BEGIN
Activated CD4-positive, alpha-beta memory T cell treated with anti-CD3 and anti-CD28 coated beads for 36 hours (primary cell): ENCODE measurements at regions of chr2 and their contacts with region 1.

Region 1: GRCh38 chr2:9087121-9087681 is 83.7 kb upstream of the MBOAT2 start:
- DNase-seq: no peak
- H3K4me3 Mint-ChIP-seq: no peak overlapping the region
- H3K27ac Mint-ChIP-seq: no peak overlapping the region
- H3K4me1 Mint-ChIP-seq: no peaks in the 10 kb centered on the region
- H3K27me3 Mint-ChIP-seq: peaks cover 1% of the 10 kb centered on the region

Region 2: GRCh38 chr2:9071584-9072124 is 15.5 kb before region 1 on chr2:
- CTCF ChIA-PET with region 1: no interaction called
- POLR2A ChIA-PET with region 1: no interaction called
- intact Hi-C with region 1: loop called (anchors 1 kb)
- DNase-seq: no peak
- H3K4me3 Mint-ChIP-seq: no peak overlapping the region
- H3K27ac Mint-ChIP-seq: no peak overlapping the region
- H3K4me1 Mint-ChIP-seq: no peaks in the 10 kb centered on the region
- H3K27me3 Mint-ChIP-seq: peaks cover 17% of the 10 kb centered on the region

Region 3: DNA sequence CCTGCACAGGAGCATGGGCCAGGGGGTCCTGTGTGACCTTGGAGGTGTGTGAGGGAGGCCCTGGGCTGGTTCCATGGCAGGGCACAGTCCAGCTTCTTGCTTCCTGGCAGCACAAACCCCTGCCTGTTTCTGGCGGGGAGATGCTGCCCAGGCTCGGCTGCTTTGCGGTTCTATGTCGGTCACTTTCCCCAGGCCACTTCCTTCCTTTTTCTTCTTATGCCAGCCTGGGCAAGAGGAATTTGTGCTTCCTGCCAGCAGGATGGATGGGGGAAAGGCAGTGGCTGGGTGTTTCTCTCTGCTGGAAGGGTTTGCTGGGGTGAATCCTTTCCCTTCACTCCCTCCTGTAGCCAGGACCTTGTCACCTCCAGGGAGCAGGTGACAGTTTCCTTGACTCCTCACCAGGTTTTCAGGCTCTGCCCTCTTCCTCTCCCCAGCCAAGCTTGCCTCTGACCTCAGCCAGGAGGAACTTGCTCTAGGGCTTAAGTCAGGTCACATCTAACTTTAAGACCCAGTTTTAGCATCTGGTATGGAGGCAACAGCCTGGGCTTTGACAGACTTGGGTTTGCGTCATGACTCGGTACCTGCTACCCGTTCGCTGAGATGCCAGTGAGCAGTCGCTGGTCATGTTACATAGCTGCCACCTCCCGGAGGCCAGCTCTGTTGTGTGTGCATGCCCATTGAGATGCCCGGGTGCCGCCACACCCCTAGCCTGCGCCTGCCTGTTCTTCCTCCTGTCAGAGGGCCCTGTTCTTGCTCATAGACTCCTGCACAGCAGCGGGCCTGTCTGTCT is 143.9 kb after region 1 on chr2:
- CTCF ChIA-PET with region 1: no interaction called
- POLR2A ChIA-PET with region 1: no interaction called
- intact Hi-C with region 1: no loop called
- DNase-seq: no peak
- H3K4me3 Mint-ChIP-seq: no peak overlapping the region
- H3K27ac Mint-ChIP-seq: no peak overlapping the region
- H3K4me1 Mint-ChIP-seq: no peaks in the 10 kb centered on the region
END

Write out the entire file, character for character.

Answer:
Activated CD4-positive, alpha-beta memory T cell treated with anti-CD3 and anti-CD28 coated beads for 36 hours (primary cell): ENCODE measurements at regions of chr2 and their contacts with region 1.

Region 1: GRCh38 chr2:9087121-9087681 is 83.7 kb upstream of the MBOAT2 start:
- DNase-seq: no peak
- H3K4me3 Mint-ChIP-seq: no peak overlapping the region
- H3K27ac Mint-ChIP-seq: no peak overlapping the region
- H3K4me1 Mint-ChIP-seq: no peaks in the 10 kb centered on the region
- H3K27me3 Mint-ChIP-seq: peaks cover 1% of the 10 kb centered on the region

Region 2: GRCh38 chr2:9071584-9072124 is 15.5 kb before region 1 on chr2:
- CTCF ChIA-PET with region 1: no interaction called
- POLR2A ChIA-PET with region 1: no interaction called
- intact Hi-C with region 1: loop called (anchors 1 kb)
- DNase-seq: no peak
- H3K4me3 Mint-ChIP-seq: no peak overlapping the region
- H3K27ac Mint-ChIP-seq: no peak overlapping the region
- H3K4me1 Mint-ChIP-seq: no peaks in the 10 kb centered on the region
- H3K27me3 Mint-ChIP-seq: peaks cover 17% of the 10 kb centered on the region

Region 3: DNA sequence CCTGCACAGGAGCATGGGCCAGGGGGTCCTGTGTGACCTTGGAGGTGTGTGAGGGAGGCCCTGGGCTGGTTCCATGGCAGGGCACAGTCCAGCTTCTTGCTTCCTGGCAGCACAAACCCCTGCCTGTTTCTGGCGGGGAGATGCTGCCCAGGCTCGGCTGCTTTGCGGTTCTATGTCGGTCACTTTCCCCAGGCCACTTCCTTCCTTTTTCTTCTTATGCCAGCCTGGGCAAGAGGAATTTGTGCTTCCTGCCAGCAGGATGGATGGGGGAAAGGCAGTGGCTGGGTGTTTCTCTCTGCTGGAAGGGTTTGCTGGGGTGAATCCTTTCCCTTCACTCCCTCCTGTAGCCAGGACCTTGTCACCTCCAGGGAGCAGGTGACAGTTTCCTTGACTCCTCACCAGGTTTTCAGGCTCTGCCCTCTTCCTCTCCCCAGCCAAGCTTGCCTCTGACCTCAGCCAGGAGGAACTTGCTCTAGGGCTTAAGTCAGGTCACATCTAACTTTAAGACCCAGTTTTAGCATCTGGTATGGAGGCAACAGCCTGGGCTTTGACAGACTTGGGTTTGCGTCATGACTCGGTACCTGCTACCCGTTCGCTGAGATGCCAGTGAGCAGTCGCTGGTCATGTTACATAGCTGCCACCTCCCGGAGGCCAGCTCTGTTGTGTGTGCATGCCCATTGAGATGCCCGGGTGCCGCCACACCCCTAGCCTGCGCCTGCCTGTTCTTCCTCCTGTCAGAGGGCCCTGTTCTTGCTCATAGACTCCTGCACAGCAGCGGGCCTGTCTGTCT is 143.9 kb after region 1 on chr2:
- CTCF ChIA-PET with region 1: no interaction called
- POLR2A ChIA-PET with region 1: no interaction called
- intact Hi-C with region 1: no loop called
- DNase-seq: no peak
- H3K4me3 Mint-ChIP-seq: no peak overlapping the region
- H3K27ac Mint-ChIP-seq: no peak overlapping the region
- H3K4me1 Mint-ChIP-seq: no peaks in the 10 kb centered on the region